Audio Engineering Guide: Contents and Introduction

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[More Parts and Sections to be added, so please check back frequently]

Part 1—Acoustics

Section 1 : Audio and Acoustic DNA—Audio and Acoustic Founders and Gurus

Section 2 : Fundamentals of Audio and Acoustics (coming soon)

Section 3: Psychoacoustics

Part 4--Electronic Audio Circuits and Equipment

Section 19: Power Supplies

Part 5—Recording and Playback

Section 27: Analog (vinyl) Disc Playback

Section 28: Magnetic Recording and Playback [part 1, part 2, part 3, part 4, part 5]

Part 6—Design Applications

Section 32: Grounding and Interfacing

Part 7—Measurements

Section 46: Test and Measurement


We have seen a tremendous change in the field of sound and acoustics since the first edition of the Audio Engineering Guide came out. Digital is certainly finding its place in all forms of audio, however, does this mean analog circuitry will soon be a thing of the past? Analog systems will still be around for a long time. After all, sound is analog and the transfer of a sound wave to a microphone signal is analog and from the electronic signal to the sound wave produced by the loudspeaker is analog.

What is changing is our methods of producing, reproducing, and measuring it. New digital circuitry and test equipment has revolutionized the way we produce, reproduce and measure sound.

The Audio Engineering Guide discusses sound through seven sections, Acoustics, Electronic Components, Electro-Acoustic Devices, Audio Electronic Circuits and Equipment, Recording and Playback, Design Application, and Measurements.

When we listen to sound in different size rooms with different absorptions, reflections, and shape, we hear and feel the sound differently. The Audio Engineering Guide explains why this occurs and how to control it.

Rooms for speech are designed for intelligibility by controlling shape, reflections and absorption while rooms for music require very different characteristics as blend and reverberation time are more important than speech intelligibility. Multipurpose rooms must be designed to satisfy both speech and music, often by changing the RT60 time acoustically by use of reflecting/absorbing panels or by designing for speech and creating the impression of increased RT60 through ambisonics. Open plan rooms require absorbent ceilings and barriers and often noise masking. Studios and control rooms have a different set of requirements than any of the above.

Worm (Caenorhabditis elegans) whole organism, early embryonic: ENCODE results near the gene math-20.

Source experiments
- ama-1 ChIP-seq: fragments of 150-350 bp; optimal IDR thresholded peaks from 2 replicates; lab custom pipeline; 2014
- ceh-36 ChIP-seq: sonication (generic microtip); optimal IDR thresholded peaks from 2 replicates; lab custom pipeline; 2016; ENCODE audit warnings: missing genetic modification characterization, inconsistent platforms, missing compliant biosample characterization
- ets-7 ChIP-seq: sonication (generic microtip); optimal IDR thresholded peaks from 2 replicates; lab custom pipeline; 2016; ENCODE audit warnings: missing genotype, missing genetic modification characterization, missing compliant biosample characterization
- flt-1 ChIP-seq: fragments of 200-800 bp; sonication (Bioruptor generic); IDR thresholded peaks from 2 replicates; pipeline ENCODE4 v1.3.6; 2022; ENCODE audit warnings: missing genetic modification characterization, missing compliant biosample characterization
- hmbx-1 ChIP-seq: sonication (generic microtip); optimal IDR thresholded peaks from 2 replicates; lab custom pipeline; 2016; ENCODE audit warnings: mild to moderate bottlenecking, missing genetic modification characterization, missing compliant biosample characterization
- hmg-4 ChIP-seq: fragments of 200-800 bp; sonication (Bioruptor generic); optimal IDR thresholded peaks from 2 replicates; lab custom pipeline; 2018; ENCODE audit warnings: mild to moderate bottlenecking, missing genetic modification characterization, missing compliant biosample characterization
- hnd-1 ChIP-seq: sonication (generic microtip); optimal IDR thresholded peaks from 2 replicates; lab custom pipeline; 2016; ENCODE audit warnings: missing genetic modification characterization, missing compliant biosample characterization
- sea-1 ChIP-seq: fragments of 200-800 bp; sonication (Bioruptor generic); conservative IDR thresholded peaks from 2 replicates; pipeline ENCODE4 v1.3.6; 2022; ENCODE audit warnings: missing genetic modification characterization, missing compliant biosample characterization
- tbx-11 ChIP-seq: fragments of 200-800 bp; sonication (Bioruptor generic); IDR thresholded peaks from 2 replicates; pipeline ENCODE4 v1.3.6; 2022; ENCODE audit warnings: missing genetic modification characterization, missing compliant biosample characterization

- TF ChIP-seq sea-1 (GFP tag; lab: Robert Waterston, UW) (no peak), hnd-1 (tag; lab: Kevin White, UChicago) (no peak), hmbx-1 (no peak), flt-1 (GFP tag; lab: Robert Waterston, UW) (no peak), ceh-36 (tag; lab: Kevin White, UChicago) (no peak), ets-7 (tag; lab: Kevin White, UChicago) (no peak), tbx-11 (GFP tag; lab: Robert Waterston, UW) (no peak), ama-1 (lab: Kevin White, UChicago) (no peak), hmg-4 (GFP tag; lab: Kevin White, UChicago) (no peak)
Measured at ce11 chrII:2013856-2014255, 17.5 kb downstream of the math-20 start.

There are many types of microphones. Each installation requires a knowledge of the type and placement of micro phones for sound reinforcement and recording. It is important to know microphone basics, how they work, the various pickup patterns, sensitivity and frequency response for proper installation.

To build, install, and test loudspeakers, we need to know the basics of loudspeaker design and the standard methods of making measurements. Complete systems can be purchased, however, it is imperative the designer understand each individual component and the interrelation between them to design and install custom systems.

With the advent of digital circuitry, sound system electronics is changing. Where once each analog stage decreased the SNR of the system and increased distortion, digital circuitry does not reduce the SNR or increase distortion in the normal way. Digital circuitry is not without its problems however. Sound is analog and to transfer it to a digital signal and change it back to an analog signal does cause distortions. To understand this, the Audio Engineering Guide delves into DSP technology, virtual systems, and digital interfacing and networking.